As I understand it, it’s a very passive way of phrasing someone who has potentially been subjected to homicide or murder. So I wanted to ask your thoughts about that.
Is that the story from before the medical examiner declared it a homicide? That’s the first-day story?
Right, that’s the first-day story.
I mean, if there hasn’t been a homicide finding—the homicide finding is what allows you to say that the choke hold caused the death. We are taught to be very cautious about making causative statements. I know that sounds pretty obvious in retrospect, that he did die because he was choked. But we are taught, and our headline writers are taught, to try never to go beyond what has been officially confirmed, unless we’ve confirmed it ourselves. So to me, I don’t have a problem. The very first day, all we know is that a) he was placed in a choke hold, and b) he died. That headline doesn’t bother me. I’m sure there are other headlines that might.
Finally, you’ve likened your reporting to “making the invisible visible.” Can you say more about that philosophy and how you think about it?
I’ve been at the Times for twenty-five years, and I’ve been on the metro desk that whole time. I’ve never really tried to do anything else, because I feel like New York is a place where there are a million people’s stories that are crying out to be told. All I have always wanted to do is find ways to tell stories about people’s lives, preferably people who are not already famous or public figures or anything like that, but just to allow readers to understand the whole range of humanity that is embodied in the city. One day I was walking down the street, and I found myself looking into the face of every person that I passed, and wondering, “Gosh, I wonder how this person makes a living. How are they getting by?” Because I know that more than half of the population of the city is really living paycheck to paycheck. So I thought it’d be really interesting to write about jobs that people do, survival jobs. I know from having done this job for a long time that almost everybody, if you find a way to help them tell their story, has something to offer that’ll open people’s eyes and make them say, “Oh, shit, so that’s what it’s like.”
Other notable stories:
- For CJR, Danny Funt profiled Defector, an outlet—founded by exiles from Deadspin, which all but imploded in 2019—that calls itself “the last good website.” “From the start, the group felt it wasn’t worth pursuing anything short of a journalists’ utopia,” Funt writes. “Every aspect of the business—from paying freelancers half of their rate after receiving a first draft to letting writers and podcasters own their intellectual property—would form a blueprint for a publication both ethical and profitable. The site would be worker-owned, with everyone getting an equitable stake. The hours would be humane. They chose a name, Defector, that was a wink at their origin story.”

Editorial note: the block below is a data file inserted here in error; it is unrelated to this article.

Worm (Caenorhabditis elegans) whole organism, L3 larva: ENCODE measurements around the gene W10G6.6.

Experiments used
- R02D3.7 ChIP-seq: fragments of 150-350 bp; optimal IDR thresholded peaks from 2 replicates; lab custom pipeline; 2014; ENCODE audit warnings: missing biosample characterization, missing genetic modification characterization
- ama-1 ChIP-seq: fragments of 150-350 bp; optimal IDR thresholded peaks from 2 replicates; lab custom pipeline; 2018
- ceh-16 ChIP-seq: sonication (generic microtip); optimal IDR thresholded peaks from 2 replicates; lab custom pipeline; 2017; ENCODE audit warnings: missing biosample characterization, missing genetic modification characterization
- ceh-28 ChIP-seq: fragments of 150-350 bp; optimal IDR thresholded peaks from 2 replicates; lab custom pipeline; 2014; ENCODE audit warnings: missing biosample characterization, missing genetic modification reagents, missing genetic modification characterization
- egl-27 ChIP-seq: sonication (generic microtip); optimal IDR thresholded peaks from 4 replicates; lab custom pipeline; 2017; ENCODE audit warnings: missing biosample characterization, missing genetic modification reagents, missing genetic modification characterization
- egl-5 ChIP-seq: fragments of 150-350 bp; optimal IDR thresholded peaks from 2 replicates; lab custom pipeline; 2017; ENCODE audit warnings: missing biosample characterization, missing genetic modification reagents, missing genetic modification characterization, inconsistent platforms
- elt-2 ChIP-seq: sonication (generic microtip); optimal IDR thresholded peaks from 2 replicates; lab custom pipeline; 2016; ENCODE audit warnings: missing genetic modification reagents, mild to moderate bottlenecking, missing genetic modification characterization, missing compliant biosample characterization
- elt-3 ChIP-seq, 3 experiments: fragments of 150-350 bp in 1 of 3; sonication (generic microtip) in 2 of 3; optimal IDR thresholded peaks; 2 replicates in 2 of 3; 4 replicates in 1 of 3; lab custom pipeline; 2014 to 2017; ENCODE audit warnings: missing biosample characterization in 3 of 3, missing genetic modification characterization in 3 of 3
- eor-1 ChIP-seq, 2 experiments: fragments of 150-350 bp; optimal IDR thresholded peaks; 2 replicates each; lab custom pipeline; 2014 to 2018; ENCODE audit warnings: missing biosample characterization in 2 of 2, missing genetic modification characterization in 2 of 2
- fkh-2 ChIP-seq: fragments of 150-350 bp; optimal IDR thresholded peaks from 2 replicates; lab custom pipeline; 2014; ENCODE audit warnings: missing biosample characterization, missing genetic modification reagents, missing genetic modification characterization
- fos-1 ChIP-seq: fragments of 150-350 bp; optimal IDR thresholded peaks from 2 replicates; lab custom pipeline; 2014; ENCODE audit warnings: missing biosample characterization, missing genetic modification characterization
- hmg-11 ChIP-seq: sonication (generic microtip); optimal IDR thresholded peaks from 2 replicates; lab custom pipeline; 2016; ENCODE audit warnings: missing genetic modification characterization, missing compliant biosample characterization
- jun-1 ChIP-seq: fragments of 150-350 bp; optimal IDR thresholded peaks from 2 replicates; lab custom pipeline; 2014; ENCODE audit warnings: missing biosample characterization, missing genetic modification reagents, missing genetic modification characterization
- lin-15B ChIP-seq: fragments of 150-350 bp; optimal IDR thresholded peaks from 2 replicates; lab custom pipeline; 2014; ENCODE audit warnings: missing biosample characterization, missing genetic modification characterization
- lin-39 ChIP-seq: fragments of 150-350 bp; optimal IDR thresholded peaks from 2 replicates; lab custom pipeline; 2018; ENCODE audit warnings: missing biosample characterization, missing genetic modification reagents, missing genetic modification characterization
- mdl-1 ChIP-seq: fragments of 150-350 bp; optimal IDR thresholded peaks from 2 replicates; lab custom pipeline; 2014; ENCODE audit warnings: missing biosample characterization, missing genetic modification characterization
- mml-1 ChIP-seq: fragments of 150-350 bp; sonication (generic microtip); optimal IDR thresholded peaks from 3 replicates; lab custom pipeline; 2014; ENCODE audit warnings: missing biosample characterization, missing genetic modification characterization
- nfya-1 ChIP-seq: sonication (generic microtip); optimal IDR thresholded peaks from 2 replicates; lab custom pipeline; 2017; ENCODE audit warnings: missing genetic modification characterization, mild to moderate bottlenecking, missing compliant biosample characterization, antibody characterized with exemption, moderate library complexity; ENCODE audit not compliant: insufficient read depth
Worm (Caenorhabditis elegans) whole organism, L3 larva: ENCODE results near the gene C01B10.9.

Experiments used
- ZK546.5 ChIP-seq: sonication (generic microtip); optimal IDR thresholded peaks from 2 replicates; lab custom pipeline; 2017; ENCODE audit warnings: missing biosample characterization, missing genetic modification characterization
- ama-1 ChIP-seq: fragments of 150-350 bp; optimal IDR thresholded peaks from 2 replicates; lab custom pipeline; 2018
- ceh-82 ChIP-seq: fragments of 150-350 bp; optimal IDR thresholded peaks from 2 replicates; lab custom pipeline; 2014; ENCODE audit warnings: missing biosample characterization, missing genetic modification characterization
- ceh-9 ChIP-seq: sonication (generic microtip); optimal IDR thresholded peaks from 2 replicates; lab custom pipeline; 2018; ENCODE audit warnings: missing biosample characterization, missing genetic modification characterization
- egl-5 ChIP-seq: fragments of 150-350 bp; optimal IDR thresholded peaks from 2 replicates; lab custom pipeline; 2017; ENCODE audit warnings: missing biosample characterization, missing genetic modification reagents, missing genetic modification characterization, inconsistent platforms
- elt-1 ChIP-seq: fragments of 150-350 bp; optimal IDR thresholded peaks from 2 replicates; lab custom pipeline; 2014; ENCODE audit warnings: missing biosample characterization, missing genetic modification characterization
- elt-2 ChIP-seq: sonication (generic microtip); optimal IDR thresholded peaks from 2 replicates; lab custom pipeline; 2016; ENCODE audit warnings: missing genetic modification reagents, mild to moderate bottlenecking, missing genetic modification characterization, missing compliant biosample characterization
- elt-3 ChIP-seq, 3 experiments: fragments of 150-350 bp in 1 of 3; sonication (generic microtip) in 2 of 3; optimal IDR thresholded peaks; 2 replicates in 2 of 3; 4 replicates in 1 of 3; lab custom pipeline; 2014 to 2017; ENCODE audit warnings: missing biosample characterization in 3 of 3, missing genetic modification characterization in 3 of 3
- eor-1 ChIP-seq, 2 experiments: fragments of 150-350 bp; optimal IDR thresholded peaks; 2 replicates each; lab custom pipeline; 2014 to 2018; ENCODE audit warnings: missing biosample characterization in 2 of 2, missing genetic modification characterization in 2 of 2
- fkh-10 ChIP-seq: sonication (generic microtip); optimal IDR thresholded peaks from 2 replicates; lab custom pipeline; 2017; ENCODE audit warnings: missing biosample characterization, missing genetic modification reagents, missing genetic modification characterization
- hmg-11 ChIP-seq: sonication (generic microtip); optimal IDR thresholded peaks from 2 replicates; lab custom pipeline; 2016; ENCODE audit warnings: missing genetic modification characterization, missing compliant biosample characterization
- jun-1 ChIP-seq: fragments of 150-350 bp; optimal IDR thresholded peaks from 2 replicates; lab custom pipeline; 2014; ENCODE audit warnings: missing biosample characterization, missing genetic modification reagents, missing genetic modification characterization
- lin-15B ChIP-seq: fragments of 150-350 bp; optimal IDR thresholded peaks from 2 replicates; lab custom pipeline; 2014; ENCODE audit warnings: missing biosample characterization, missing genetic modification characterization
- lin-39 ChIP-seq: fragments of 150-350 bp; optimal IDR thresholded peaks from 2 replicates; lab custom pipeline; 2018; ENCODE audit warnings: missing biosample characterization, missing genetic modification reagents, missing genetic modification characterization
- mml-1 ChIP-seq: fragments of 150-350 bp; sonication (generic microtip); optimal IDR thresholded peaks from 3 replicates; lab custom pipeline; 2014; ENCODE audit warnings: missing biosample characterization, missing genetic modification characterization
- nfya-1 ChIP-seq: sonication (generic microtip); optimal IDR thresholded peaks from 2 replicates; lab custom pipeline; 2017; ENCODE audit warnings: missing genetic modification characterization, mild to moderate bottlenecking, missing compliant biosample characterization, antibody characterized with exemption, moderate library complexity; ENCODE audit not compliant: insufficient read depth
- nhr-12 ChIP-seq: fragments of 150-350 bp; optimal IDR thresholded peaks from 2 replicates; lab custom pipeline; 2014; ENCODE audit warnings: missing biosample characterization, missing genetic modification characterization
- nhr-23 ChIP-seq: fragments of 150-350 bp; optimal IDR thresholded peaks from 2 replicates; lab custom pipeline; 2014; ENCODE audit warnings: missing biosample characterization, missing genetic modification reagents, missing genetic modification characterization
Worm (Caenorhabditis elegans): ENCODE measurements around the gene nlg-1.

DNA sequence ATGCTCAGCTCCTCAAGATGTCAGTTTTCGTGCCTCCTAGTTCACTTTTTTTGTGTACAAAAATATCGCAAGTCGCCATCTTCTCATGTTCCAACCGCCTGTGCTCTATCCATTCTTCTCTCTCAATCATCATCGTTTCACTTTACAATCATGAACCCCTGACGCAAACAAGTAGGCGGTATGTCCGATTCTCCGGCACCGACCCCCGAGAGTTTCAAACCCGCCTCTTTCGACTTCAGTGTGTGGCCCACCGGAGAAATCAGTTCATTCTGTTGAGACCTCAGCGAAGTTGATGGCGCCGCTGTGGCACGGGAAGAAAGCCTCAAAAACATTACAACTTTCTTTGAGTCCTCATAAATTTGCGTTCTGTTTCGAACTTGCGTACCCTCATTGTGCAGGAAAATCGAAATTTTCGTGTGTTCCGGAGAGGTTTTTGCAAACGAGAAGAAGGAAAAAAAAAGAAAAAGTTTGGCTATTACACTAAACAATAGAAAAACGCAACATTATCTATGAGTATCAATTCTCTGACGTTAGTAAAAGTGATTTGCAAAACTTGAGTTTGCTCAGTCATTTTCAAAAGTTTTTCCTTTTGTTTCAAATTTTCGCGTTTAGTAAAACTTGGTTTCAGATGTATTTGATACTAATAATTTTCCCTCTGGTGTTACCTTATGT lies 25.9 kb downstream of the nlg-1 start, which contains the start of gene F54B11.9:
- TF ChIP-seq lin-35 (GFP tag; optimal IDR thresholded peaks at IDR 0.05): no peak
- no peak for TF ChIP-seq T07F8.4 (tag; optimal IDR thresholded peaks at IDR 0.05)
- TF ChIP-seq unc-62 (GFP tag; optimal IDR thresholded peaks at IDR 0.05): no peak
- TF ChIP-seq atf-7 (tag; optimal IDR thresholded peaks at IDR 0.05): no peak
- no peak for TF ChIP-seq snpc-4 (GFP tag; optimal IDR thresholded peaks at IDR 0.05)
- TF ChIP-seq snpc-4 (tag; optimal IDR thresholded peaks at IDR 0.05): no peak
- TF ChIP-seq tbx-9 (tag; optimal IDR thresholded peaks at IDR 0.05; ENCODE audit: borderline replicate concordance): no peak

- With hurricane season in the US approaching, Evlondo Cooper, of Media Matters for America, called on national TV news shows to improve their coverage of extreme weather as a year-round, global phenomenon. Cooper notes that recent wildfires in Canada and record-breaking heat waves in Asia have failed to cut through on US TV, and that a recent heat wave in the Pacific Northwest didn’t fare much better: “From May 13–15, broadcast and cable news shows aired a combined 9 minutes of coverage about the heat wave, and none of them mentioned climate change.”
- Politico’s Kyle Cheney and Josh Gerstein report on the latest developments in a court case brought by Yanping Chen, a Chinese American scientist who was investigated—but not charged—in a federal counterintelligence probe and is now trying to force Fox News and Catherine Herridge, a former Fox reporter, to reveal the sources of stories they published about the investigation. Fox and Herridge are being represented in the case by a former top lawyer in Trump’s White House.
- Hot Pod’s Amrita Khalid spoke with the founders of Good Tape, a forthcoming semiannual print magazine that will aim to tell “untold stories” within the podcast industry. “Podcasting has such a profound impact in people’s lives—and it’s not always positive,” Dane Cardiel, the publisher, told Khalid. “I’d love to give a platform to these stories we aren’t seeing represented in mainstream media.”
- And for Esquire, Ben Mack profiled the Antarctic Sun, Antarctica’s longest-running newspaper. “Extreme remoteness presents unique challenges to newsgathering,” Mack writes. “There are the banal obstacles, like often painfully slow Internet speeds. Then there are the uncommon dangers. Untimely deaths are rare these days, but frostbite has been known to claim a few fingers or toes.”